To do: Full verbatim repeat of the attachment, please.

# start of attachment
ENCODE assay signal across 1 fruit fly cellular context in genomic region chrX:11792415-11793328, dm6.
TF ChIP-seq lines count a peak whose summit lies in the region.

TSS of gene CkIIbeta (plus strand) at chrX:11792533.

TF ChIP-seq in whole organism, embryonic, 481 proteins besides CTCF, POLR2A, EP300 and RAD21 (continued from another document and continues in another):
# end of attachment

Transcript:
ENCODE assay signal across 1 fruit fly cellular context in genomic region chrX:11792415-11793328, dm6.
TF ChIP-seq lines count a peak whose summit lies in the region.

TSS of gene CkIIbeta (plus strand) at chrX:11792533.

TF ChIP-seq in whole organism, embryonic, 481 proteins besides CTCF, POLR2A, EP300 and RAD21 (continued from another document and continues in another):